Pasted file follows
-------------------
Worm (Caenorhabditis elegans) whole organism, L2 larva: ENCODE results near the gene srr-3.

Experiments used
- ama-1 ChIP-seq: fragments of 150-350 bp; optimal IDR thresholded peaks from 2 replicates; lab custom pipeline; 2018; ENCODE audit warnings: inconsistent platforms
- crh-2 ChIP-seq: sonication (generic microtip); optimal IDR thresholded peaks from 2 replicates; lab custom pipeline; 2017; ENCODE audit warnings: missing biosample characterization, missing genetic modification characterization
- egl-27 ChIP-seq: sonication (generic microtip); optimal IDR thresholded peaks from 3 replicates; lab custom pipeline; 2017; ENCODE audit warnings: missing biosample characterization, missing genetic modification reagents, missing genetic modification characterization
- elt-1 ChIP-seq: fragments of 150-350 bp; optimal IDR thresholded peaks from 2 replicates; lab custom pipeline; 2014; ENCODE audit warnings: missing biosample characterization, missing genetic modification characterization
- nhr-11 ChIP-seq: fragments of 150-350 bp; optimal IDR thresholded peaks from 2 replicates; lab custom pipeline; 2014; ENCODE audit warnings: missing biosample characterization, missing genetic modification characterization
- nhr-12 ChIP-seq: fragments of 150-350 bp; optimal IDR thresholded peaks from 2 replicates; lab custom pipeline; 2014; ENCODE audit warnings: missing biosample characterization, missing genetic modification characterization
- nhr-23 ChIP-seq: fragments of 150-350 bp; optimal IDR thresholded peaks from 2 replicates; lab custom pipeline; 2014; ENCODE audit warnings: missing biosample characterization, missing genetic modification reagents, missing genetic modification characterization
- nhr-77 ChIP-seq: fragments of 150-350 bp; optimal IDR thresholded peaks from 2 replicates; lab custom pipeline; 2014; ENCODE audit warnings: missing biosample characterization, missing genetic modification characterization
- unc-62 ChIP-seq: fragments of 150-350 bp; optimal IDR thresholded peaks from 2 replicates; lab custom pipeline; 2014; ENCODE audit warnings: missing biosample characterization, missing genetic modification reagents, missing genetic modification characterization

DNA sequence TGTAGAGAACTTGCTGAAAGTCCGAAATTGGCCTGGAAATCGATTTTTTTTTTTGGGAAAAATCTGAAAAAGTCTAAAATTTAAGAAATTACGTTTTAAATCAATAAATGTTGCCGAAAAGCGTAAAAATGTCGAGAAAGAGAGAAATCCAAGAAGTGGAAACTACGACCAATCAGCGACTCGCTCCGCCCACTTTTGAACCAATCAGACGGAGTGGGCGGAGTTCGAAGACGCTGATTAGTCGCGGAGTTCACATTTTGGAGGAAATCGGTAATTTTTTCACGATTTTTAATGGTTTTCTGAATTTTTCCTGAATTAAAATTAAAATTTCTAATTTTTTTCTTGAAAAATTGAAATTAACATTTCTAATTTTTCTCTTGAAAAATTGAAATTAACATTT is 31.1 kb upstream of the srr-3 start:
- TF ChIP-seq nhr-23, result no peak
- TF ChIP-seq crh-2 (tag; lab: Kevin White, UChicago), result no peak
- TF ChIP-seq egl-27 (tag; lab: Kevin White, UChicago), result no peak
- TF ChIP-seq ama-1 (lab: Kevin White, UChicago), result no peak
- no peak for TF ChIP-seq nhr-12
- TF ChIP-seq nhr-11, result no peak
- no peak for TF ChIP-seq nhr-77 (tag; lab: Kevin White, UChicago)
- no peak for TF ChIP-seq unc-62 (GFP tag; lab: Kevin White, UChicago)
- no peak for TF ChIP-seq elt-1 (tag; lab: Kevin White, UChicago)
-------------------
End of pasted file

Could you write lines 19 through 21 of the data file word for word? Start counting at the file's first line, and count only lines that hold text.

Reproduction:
- no peak for TF ChIP-seq nhr-77 (tag; lab: Kevin White, UChicago)
- no peak for TF ChIP-seq unc-62 (GFP tag; lab: Kevin White, UChicago)
- no peak for TF ChIP-seq elt-1 (tag; lab: Kevin White, UChicago)